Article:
Recently Alabama Defensive lineman, Da’ Shawn Hand, was arrested for driving under the influence (DUI) in Tuscaloosa, AL, just days before the start of football training camp. While ESPN’s Paul Finebaum has already determined that this young man is guilty, my analysis focuses on the true elements of this criminal offense and his legal rights under the law rather some non attorney sports writer’s “street knowledge” opinion made without any legal foundation other some bare allegations!
What we know so far about D’Shawn Hand’s DUI charge
Right now, we know that he was arrested while allegedly asleep at the wheel. While its assumed that he had alcohol in his system, we don’t have the results of the chemical test or even know if he submitted to an actual test (blood or breath). Alabama, like Pennsylvania, maintains a tiered DUI statute. This basically means that the severity of the DUI penalties increase according to how much a person’s Blood Alcohol Concentration (BAC) exceeded the legal limit of .08. While Alabama, like our Commonwealth, still has a separate criminal penalty for DUI refusal, the Birchfield Supreme Court decision, has called into question the constitutionality of those DUI refusal statutes. While some state courts have ruled that a driver’s consent or some other exigent circumstance is an exception to a warrant requirement, other courts have ruled that a person can’t consent to something that is per se unconstitutional.
The prosecution doesn’t need the results of chemical tests to prove DUI.
While obviously the results of chemical test and or a refusal are relevant to D’Shawn Hand’s case, Alabama, like Pennsylvania, maintains a general impairment DUI statute. This means the prosecutor in his case doesn’t need to establish a specific BAC level to prove him guilty beyond a reasonable doubt. A general impairment DUI only requires that the prosecution prove that the driver was in actual physical control of the vehicle and incapable of operating a vehicle safely due to intoxication from alcohol or drugs. Similar to Pennsylvania, actual physical control of a car in Alabama means that the driver is seated in it and the keys are in the ignition. This is perhaps the reason why some across the country have already passed their own judgment on this incident.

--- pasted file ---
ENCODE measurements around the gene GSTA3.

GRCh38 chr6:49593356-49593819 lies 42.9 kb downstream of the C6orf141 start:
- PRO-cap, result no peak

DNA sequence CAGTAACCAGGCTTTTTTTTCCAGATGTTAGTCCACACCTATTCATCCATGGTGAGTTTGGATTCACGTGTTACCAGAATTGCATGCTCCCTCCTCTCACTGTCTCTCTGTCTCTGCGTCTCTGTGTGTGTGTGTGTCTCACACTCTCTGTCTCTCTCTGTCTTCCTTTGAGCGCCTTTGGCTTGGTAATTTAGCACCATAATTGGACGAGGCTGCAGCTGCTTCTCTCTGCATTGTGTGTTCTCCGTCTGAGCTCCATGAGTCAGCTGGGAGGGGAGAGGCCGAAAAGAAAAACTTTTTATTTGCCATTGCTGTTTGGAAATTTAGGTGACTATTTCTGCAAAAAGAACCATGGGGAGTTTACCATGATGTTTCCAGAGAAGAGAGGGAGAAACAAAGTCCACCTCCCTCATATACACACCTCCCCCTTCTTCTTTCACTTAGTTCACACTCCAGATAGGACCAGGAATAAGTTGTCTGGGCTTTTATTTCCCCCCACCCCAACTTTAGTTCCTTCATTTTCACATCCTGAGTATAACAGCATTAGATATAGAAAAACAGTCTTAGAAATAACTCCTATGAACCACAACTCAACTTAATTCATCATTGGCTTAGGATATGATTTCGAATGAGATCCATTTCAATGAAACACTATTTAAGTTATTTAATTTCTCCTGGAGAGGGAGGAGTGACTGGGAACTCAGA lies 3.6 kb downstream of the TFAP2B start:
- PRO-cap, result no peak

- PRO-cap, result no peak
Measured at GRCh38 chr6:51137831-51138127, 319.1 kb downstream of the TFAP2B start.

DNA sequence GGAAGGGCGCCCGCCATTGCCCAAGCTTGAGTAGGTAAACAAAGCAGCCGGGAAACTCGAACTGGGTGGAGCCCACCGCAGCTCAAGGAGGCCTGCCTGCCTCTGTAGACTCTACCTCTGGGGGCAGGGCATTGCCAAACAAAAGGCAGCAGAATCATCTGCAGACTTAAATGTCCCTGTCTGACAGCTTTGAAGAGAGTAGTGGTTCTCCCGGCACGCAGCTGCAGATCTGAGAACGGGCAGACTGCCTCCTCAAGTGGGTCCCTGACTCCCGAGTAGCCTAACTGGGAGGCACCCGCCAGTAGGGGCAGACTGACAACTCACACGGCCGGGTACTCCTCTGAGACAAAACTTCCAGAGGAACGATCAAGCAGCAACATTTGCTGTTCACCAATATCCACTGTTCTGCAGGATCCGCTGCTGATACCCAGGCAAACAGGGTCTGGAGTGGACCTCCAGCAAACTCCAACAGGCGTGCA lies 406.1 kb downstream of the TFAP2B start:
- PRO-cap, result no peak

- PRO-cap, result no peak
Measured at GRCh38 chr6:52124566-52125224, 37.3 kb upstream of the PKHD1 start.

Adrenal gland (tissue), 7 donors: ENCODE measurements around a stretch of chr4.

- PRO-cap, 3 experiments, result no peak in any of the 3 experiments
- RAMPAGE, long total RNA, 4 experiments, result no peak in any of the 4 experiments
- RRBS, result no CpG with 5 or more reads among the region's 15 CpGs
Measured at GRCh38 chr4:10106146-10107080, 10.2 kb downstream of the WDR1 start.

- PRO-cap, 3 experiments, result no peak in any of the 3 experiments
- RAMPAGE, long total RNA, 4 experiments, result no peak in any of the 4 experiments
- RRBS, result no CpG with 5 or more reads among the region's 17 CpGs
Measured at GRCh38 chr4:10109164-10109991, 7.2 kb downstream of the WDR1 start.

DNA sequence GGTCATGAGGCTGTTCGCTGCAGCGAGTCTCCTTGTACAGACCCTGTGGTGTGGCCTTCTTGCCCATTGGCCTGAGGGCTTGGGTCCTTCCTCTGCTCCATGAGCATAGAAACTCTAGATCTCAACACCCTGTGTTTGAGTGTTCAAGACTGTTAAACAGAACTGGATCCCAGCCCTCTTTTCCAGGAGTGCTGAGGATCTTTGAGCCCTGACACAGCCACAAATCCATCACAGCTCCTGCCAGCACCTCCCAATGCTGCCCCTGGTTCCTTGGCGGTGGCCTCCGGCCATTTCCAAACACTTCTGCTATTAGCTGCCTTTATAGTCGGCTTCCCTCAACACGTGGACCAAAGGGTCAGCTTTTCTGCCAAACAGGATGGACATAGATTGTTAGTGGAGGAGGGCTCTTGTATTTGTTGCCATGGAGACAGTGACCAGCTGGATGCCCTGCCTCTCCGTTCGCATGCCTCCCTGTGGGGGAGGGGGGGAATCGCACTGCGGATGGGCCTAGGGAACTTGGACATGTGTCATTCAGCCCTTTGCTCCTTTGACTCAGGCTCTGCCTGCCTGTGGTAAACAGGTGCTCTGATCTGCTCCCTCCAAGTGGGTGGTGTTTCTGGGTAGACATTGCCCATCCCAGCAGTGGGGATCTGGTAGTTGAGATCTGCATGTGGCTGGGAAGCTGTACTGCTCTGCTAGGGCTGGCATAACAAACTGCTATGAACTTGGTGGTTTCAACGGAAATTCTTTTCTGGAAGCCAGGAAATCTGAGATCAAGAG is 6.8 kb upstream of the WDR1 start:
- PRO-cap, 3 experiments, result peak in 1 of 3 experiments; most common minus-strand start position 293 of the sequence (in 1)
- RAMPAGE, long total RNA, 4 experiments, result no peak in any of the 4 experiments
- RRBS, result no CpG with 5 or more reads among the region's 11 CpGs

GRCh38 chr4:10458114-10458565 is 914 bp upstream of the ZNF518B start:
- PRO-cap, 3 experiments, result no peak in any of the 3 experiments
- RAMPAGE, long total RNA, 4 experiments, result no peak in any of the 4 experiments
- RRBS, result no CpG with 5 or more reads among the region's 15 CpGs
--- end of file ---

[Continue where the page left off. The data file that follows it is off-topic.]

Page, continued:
Possible Pre-Trial and Trial Arguments
It’s important to keep in mind that Hand’s attorney can still challenge all of this evidence at the pre-trial and trial levels.
At the pre-trial level his attorney’s could question police’s reasonable suspicion for the traffic stop—basically what drew their attention to his car. Remember that while police may not necessarily need probable cause to initiate a vehicle stop for a suspected DUI driver, they at least need reasonable suspicion, a lesser form of probable cause. This would all be done with a motion to suppress evidence! At the trial level, the attorneys should focus their argument on the actual physical control elements. The position of the car (parked) could possibly create reasonable doubt as could the officer’s observation of the keys. Basically,m if the officers simply found him in the car sleeping and the keys weren’t in the ignition and the car was parked, they may not have enough for a conviction or to even survive a pre-trial motion to suppress evidence.
Possible DUI Penalties for D’Shawn Hand
Like Pennsylvania, drunk driving is a criminal offense in Alabama unlike in New Jersey where it is a non-criminal traffic offense. While a first time offender general impairment DUI in Pennsylvania doesn’t carry a license suspension, there is a mandatory 90 day license suspension in Alabama in additional to court costs and fines. The severity of DUI increases with a person’s BAC level. For more information on DUI in Pennsylvania and New Jersey, I encourage you to visit my free download section and also keep reading this blog.